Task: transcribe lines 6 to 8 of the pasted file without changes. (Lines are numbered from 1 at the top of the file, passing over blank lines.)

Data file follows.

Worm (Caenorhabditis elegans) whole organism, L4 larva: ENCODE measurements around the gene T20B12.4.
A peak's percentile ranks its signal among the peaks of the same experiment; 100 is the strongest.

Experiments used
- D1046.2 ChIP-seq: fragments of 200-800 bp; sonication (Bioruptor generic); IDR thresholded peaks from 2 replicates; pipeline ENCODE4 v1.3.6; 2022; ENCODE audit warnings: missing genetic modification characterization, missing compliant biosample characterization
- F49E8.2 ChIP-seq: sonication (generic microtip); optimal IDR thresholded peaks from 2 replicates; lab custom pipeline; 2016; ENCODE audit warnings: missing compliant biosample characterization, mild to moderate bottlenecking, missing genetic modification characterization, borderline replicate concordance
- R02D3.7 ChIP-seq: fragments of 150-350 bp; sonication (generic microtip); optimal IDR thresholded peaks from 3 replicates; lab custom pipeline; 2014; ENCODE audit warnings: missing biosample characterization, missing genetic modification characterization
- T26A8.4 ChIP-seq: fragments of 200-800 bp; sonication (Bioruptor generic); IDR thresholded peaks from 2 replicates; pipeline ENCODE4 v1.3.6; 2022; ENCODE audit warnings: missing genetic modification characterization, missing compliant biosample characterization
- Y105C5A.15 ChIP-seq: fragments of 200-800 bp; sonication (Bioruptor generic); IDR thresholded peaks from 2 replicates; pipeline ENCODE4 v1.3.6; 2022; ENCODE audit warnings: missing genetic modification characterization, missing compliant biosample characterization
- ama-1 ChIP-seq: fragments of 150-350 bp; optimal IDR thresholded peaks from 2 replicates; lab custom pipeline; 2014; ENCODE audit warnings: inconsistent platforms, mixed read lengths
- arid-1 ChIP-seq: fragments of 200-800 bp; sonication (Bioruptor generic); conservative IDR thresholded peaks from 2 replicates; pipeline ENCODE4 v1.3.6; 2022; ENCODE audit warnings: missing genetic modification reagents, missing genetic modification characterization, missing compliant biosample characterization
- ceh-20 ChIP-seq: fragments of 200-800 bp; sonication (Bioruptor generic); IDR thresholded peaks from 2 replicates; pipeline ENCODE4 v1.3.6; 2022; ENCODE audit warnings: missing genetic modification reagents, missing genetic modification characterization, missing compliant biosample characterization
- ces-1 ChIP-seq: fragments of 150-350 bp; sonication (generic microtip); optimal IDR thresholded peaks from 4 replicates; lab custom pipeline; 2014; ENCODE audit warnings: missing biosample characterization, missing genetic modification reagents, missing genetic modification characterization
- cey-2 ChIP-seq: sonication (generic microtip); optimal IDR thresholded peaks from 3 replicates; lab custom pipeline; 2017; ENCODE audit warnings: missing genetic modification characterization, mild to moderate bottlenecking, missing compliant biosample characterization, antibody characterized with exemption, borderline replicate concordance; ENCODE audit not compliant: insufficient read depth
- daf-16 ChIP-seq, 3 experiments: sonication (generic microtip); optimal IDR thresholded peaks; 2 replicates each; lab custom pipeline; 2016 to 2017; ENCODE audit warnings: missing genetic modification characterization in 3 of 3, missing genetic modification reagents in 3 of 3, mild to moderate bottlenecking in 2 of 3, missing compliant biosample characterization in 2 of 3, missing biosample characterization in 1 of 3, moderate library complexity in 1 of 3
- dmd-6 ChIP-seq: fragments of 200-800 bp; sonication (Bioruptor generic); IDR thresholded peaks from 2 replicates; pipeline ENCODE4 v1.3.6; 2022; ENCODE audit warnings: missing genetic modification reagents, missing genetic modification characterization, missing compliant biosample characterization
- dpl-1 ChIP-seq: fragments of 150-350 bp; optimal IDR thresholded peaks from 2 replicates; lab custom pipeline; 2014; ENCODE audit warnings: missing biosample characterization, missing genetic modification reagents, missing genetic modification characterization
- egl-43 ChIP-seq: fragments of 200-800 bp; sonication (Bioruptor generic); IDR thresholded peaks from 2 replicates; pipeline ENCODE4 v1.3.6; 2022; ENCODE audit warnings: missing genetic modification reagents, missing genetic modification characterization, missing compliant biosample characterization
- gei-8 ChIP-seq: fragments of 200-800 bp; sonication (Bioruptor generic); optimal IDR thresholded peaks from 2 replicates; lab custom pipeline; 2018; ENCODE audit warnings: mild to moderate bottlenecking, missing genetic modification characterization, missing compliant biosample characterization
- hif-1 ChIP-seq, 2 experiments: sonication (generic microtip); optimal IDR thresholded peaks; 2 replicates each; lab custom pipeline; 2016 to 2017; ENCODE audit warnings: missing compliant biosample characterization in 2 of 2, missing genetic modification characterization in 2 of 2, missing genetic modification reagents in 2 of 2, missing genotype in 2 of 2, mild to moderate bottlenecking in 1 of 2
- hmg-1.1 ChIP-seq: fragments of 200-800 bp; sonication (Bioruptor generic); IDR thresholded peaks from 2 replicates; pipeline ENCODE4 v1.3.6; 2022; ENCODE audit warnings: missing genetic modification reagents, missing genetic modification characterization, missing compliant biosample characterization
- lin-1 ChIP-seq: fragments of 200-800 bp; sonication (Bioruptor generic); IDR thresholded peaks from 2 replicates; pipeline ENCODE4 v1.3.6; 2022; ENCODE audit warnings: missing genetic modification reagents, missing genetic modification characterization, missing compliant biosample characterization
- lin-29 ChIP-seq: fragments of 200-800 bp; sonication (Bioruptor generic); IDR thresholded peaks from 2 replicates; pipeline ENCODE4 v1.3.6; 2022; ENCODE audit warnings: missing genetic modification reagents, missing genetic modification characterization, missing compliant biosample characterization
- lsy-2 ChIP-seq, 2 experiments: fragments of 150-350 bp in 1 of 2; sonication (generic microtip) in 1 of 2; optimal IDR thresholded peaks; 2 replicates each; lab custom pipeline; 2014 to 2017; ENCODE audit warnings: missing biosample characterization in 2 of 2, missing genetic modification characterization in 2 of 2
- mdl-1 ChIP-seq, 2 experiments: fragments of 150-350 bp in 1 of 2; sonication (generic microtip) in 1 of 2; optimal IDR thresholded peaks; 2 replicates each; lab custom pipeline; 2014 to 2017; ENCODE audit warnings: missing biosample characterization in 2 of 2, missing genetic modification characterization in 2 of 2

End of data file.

- R02D3.7 ChIP-seq: fragments of 150-350 bp; sonication (generic microtip); optimal IDR thresholded peaks from 3 replicates; lab custom pipeline; 2014; ENCODE audit warnings: missing biosample characterization, missing genetic modification characterization
- T26A8.4 ChIP-seq: fragments of 200-800 bp; sonication (Bioruptor generic); IDR thresholded peaks from 2 replicates; pipeline ENCODE4 v1.3.6; 2022; ENCODE audit warnings: missing genetic modification characterization, missing compliant biosample characterization
- Y105C5A.15 ChIP-seq: fragments of 200-800 bp; sonication (Bioruptor generic); IDR thresholded peaks from 2 replicates; pipeline ENCODE4 v1.3.6; 2022; ENCODE audit warnings: missing genetic modification characterization, missing compliant biosample characterization